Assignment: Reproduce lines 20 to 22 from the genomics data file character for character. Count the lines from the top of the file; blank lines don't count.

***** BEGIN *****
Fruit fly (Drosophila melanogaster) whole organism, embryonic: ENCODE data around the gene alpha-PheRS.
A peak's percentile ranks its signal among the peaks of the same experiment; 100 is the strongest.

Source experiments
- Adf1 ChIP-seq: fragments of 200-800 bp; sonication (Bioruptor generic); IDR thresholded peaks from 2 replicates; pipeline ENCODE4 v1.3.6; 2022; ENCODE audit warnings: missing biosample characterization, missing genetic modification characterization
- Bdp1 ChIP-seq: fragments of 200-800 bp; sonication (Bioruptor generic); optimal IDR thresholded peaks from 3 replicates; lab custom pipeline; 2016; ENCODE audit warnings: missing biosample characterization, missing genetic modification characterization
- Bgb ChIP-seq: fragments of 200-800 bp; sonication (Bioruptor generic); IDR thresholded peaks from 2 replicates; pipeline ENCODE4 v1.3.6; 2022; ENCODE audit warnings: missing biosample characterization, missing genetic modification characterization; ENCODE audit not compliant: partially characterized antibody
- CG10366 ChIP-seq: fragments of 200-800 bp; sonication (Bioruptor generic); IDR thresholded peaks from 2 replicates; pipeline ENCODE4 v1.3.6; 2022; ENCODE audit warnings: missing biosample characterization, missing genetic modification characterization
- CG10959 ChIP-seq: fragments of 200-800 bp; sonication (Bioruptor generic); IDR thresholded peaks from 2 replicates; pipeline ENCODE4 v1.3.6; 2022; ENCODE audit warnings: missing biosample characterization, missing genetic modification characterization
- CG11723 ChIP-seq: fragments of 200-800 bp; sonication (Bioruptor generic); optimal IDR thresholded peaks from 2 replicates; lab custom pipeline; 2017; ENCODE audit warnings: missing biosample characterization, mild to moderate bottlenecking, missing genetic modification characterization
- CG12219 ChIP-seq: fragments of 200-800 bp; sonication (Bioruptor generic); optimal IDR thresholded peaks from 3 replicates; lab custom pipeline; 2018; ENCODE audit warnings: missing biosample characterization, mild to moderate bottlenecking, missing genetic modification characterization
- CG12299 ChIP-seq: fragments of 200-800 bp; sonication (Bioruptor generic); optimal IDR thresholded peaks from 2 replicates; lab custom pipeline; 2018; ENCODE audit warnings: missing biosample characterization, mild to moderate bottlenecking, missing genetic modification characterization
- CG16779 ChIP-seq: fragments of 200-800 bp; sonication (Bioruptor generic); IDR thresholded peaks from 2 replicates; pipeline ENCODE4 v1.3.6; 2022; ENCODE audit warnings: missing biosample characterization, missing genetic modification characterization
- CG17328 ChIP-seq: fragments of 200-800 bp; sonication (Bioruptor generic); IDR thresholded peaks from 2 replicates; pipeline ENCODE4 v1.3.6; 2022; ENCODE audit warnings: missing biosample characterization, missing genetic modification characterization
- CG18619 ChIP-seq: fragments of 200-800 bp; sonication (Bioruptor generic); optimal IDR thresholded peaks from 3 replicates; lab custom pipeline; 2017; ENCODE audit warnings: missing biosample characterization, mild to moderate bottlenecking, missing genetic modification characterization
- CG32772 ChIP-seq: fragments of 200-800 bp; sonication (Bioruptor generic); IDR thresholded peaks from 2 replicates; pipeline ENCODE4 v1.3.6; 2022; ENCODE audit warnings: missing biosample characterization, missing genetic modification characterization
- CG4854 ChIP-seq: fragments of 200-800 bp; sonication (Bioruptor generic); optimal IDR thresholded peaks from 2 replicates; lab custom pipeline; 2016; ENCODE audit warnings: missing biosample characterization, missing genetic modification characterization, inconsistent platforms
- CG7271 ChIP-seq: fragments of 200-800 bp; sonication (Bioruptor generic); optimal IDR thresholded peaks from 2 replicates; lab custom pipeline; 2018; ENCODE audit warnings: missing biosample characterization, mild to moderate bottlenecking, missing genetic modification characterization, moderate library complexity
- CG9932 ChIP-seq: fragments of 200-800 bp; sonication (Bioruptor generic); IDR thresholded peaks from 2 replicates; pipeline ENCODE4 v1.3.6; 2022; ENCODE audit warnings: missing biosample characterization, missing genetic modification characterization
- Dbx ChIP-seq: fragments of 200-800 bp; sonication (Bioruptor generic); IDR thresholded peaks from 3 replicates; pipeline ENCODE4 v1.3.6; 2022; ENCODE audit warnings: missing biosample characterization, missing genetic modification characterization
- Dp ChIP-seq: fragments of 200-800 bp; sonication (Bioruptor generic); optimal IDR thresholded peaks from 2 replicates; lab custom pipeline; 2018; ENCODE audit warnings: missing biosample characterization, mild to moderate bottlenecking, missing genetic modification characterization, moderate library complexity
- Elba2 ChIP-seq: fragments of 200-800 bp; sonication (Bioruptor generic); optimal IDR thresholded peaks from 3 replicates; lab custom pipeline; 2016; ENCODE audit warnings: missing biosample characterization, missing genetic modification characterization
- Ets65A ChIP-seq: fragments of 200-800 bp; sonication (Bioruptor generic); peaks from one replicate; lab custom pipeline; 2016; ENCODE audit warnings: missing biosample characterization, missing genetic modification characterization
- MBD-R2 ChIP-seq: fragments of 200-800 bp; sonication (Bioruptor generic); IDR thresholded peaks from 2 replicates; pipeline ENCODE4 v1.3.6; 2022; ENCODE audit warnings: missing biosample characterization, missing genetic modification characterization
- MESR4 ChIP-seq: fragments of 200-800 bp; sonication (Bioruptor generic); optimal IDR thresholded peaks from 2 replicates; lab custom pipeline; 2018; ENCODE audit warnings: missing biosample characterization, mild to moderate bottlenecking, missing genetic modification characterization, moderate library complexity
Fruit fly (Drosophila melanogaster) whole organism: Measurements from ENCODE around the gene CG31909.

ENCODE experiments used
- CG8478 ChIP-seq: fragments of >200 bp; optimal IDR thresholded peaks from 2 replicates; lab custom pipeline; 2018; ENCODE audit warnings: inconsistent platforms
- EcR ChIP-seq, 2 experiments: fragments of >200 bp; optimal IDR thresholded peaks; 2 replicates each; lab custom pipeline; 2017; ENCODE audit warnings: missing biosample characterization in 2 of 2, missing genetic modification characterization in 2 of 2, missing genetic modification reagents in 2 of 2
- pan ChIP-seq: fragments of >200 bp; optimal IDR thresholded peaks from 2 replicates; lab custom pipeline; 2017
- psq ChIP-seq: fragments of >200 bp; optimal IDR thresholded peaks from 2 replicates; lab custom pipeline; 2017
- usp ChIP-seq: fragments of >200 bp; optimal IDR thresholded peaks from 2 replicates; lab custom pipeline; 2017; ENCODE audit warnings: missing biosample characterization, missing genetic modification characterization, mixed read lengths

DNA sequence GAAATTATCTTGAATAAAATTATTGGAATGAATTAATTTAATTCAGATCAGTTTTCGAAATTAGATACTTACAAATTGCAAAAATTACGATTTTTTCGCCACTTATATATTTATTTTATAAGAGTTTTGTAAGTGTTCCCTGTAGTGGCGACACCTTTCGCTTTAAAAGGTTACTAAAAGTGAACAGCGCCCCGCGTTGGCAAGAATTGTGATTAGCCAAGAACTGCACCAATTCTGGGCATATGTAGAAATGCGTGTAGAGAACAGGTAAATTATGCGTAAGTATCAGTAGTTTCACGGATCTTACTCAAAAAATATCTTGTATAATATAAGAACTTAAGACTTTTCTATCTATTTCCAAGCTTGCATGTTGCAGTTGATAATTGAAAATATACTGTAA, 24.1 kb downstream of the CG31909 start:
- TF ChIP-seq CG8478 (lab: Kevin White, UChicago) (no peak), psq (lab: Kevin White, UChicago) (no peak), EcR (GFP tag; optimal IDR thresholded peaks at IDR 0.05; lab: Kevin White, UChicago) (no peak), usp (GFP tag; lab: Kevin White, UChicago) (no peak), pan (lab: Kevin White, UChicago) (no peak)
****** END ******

- Dp ChIP-seq: fragments of 200-800 bp; sonication (Bioruptor generic); optimal IDR thresholded peaks from 2 replicates; lab custom pipeline; 2018; ENCODE audit warnings: missing biosample characterization, mild to moderate bottlenecking, missing genetic modification characterization, moderate library complexity
- Elba2 ChIP-seq: fragments of 200-800 bp; sonication (Bioruptor generic); optimal IDR thresholded peaks from 3 replicates; lab custom pipeline; 2016; ENCODE audit warnings: missing biosample characterization, missing genetic modification characterization
- Ets65A ChIP-seq: fragments of 200-800 bp; sonication (Bioruptor generic); peaks from one replicate; lab custom pipeline; 2016; ENCODE audit warnings: missing biosample characterization, missing genetic modification characterization